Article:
Shane Snow, Smartcuts: How Hackers, Innovators, and Icons Accelerate Success
Something cracked inside me partway through reading this book. I was digging Snow’s exhortations about knowing your field, and finding efficient ways to improve yourself for maximum desirable outcome, and “working smarter and achieving more—without creating negative externalities.” Wow, externalities: Snow even knows my favorite buzzwords. I really thought this guy might be in a weight class with Malcolm Gladwell or Charles Duhigg.
Then, at almost exactly the halfway point, specifically in chapter five, something rang hollow. Snow builds a metaphor comparing business trends to surfing. Good surfing waves come in groups, called “sets,” and sometimes the first wave in the set is the best. Sometimes, though, competitive surfers know to wait for the second or third wave. There’s no scientific or measurable way of knowing which; serious competitors develop gut instinct.
Likewise, Snow writes, being first on some popular bandwagon is sometimes economically advantageous. Other times, savvy innovators know to hang back, letting someone else pay the costs of creating new markets, then slide in later to reap the reward. How to tell? There’s no true way. Either you know or you don’t, and the difference between runaway success and abysmal failure lies mainly in your ability to guesstimate the signs.
In other fields, we call this “gambling.” We excoriate bankers whose half-educated guesses on economic movements nearly imploded America’s economy in 2007. Perhaps the difference between Goldman Sachs, whose name became a veritable cussword after TARP funds prevented their abject collapse, and dubstep millionaire Skrillex, whom Snow praises, is that Skrillex won his bets. (Snow mentions, but doesn’t much explicate, economic second-wavers like Gmail and Twitter.)
I realized: Snow cherry-picks winners, and rebuilds their development arc retrospectively. He essentially predicts the past, treating various winners’ triumphs as inevitable because they won. There’s little sense of the contingencies that contribute to success. Because Snow spends little time on those who fail in the same fields, except to occasionally name-check them, we get little idea what separates Snow’s extolled successes from similar failures.
Lemme give just one example: Snow explicates Jimmy Fallon’s run up comedy’s ladder, which was fast: he went from live stand-up, to SNL, to Late Night, to the Tonight Show, and he isn’t even forty yet. Fallon enjoyed a committed mentor who refined his performance, sheared useless place-holding dates from his performance schedule, and focused on what performances would further Fallon’s goal: getting on SNL. Snow says everything exactly right.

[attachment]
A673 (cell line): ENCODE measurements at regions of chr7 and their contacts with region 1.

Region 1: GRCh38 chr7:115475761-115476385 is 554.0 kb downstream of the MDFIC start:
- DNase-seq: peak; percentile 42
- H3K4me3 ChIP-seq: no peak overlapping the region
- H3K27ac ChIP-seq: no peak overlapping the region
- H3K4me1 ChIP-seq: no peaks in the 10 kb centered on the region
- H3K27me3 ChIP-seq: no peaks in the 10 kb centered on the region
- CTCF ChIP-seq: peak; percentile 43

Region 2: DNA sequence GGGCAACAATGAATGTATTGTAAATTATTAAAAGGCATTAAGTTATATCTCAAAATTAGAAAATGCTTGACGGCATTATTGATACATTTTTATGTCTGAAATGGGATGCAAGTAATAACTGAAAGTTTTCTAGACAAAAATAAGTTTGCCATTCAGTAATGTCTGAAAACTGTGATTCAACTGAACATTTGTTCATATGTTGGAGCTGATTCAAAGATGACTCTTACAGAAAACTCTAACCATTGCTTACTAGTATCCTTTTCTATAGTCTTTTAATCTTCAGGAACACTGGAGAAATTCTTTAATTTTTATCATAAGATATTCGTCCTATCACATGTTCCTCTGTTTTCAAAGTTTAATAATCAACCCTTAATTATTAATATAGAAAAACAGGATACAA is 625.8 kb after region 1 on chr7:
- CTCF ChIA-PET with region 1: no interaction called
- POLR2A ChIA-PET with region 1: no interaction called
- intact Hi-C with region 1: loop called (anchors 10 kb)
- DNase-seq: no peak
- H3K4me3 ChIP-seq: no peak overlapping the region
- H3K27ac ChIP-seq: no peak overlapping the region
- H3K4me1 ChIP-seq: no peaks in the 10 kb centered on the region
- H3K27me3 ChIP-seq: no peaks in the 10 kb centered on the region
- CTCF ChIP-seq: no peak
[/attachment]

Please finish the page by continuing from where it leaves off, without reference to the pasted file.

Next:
Thousands of people become stand-up comedians yearly. Most are young, starry-eyed strivers; some are second-careerists revitalizing themselves. Most will, as Snow describes of Louis CK, informally apprentice themselves to George Carlin or Bill Cosby recordings. Thirty or forty will get on SNL, and others will snag writing contracts, sitcom development deals, or HBO specials and lucrative tours. Most will give up because they get hungry. What’s the difference?
The answer defies simple formulae, but to approach it, let me use another comparison from Snow. Two YouTube users became overnight stars: Paul “Double Rainbow” Vasquez couldn’t replicate his success, while makeup artist Michelle Phan did. It takes Snow an entire chapter to reach the seemingly obvious conclusion: Phan’s content was useful. Consider who becomes YouTube stars: comedians, opinionators, educators. People who produce practical, topical, or consistently entertaining content.
Jimmy Fallon succeeded because he cultivated (and still cultivates) a roster of impersonations that play well on after-dark TV. Note that Fallon’s TV career has flourished, but his very brief cinematic career cratered. Snow never mentions Fallon’s biggest failure, the movie Taxi, which Fallon himself admitted on NPR “wasn’t supposed to be a tragedy.” Even with a committed mentor, Fallon’s success relies on his ability to avoid repeating failures.
Snow essentially collects a robust selection of anecdotes which prove his desired point, spots the similarities between them, and treats these as definitive. But note, he starts with the conclusion, and builds the reasoning retroactively. We in the logic-chopping business call this “shooting the barn,” from the metaphor of a supposed Texas sharpshooter who opened up into his barn wall, then painted a target around the largest cluster of holes.
In fairness, Snow writes well. I read cover-to-cover in two sittings. And he makes many good points, albeit mostly in isolation. The problem isn’t any one thing Snow says, but the overall pattern, which doesn’t hold together. Malcolm Gladwell incorporates counter-evidence in his reasoning, and addresses it. Snow basically considers his message so self-evident that he doesn’t bother. This book just feels like half a statement, waiting for more.